Exit the emblematic title of “Tomorrow belongs to us” sung by Lou and place a brand new credits from Thursday on TF1 on the occasion of the 1000th episode. And it is the singer Vianney who will sign this new song inevitably eagerly awaited.
TF1 had promised a real revival on the occasion of the 1000th episode of Tomorrow belongs to us. And the channel hadn’t lied.
After the arrival of a new showrunner, Marc Kressmann, and the implementation of a new image quality last Monday to coincide with the launch of season 5 of the daily soap opera, it is a whole new credits that the viewers will discover this Thursday, August 26 on the front page.
As previously announced, Lou’s song “Demain”, and its iconic chorus which served as an introduction to Demain, belongs to us since the very first episode aired in July 2017, will be replaced by a new title.
And according to The Parisian, it will be a song written, composed and performed by Vianney. Also according to our colleagues, this new credits, accompanied by a total visual overhaul of the introduction, will be unveiled on the air Thursday at 19:10, at the start of the 1000th episode.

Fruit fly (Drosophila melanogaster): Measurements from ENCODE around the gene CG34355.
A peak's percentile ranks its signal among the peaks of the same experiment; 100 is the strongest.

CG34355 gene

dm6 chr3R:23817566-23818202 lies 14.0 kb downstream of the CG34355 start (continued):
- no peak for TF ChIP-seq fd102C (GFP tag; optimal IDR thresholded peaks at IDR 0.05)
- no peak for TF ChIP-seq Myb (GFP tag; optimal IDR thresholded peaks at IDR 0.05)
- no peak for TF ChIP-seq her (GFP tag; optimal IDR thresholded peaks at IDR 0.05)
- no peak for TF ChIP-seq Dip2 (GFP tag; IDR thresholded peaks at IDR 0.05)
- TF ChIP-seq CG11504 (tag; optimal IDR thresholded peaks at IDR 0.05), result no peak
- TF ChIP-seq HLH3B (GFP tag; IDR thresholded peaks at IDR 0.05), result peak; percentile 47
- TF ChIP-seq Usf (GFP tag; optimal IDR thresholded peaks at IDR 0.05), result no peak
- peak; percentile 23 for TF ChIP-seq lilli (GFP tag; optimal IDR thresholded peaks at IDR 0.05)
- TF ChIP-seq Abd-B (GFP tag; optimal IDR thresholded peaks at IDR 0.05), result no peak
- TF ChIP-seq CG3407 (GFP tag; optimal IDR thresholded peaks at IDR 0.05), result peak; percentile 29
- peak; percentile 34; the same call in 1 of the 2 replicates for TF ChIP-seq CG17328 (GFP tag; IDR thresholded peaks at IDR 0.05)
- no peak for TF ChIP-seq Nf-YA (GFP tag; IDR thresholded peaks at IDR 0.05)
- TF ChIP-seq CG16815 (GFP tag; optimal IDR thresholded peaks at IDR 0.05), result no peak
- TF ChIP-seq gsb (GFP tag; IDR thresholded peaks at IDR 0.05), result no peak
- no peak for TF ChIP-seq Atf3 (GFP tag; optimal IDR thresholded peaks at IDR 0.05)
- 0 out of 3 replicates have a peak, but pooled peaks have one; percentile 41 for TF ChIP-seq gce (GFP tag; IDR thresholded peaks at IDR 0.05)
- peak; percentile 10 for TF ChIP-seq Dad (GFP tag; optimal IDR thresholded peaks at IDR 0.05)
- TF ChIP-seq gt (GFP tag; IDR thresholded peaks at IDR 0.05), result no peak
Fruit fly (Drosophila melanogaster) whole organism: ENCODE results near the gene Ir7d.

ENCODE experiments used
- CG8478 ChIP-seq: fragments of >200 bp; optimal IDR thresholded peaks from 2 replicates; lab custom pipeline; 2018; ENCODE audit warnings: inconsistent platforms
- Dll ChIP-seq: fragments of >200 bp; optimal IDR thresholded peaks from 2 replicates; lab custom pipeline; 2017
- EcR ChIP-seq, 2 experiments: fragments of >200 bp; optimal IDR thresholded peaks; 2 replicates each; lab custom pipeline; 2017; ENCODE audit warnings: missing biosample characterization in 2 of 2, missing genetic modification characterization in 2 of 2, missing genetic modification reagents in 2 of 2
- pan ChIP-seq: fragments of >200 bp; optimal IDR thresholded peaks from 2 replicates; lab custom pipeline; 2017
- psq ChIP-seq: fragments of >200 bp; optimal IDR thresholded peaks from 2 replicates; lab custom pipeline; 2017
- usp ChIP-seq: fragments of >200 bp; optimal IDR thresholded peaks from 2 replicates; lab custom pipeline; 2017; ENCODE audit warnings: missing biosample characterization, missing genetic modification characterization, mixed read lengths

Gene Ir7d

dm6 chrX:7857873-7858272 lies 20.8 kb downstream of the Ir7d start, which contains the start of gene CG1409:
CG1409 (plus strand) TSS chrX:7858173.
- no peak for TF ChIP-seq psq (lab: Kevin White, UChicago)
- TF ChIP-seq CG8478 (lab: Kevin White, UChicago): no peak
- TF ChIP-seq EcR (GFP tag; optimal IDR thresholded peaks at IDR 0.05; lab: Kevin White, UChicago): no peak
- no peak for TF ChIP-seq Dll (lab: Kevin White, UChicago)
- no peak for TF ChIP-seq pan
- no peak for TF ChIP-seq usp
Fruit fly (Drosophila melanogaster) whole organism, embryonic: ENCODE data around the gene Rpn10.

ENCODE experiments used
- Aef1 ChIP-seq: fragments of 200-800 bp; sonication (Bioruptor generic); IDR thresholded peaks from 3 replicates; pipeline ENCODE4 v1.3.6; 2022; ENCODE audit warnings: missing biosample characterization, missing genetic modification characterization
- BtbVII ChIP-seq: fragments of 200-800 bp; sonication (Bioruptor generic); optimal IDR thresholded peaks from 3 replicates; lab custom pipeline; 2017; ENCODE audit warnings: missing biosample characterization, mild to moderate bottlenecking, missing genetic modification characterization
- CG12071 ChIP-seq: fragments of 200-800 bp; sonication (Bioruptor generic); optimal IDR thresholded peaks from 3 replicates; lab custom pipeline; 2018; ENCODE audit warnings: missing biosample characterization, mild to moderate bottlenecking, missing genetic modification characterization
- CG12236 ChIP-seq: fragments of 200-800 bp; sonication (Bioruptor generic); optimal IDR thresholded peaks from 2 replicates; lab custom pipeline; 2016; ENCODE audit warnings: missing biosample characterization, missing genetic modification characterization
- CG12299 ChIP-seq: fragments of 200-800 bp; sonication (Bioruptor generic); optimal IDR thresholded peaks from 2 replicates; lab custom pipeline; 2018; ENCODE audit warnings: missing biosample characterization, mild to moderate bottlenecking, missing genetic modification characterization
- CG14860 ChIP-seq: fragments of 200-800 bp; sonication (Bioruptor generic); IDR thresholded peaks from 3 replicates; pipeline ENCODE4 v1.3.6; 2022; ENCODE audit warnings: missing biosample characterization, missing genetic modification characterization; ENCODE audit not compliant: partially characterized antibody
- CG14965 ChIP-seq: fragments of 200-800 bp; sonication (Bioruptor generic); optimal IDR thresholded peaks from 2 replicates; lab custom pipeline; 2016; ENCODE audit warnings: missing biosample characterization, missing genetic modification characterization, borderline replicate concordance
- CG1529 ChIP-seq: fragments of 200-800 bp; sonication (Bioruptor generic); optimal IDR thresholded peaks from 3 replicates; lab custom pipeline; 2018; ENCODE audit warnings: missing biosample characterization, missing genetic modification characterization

And will therefore not be visible in advance of Salto, which will offer this special episode tomorrow evening with the previous version of the credits. The suspense is therefore guaranteed for a few more days.
By calling on the interpreter of “Pas là” and “N’attendons pas” for this radical change of credits, the idea for TF1 is undoubtedly to reiterate what happened on Here everything begins with the Gims’ title “So far all is well”, which immediately established itself as a hit and has remained in the minds of fans ever since.
The new credits by Vianney, whose title has not yet been revealed, will be available on the first soundtrack of Tomorrow belongs to us which, according to Le Parisien still, will be released on legal download platforms this Friday, August 27.
With a new credits and the arrival of new flagship faces such as Charlotte Gaccio, Xavier Deluc, Jennifer Lauret, Victoria Abril or Emmanuel Moire, Tomorrow belongs to us 2.0 seems well and truly on the way.
The previous generic of Tomorrow belongs to us: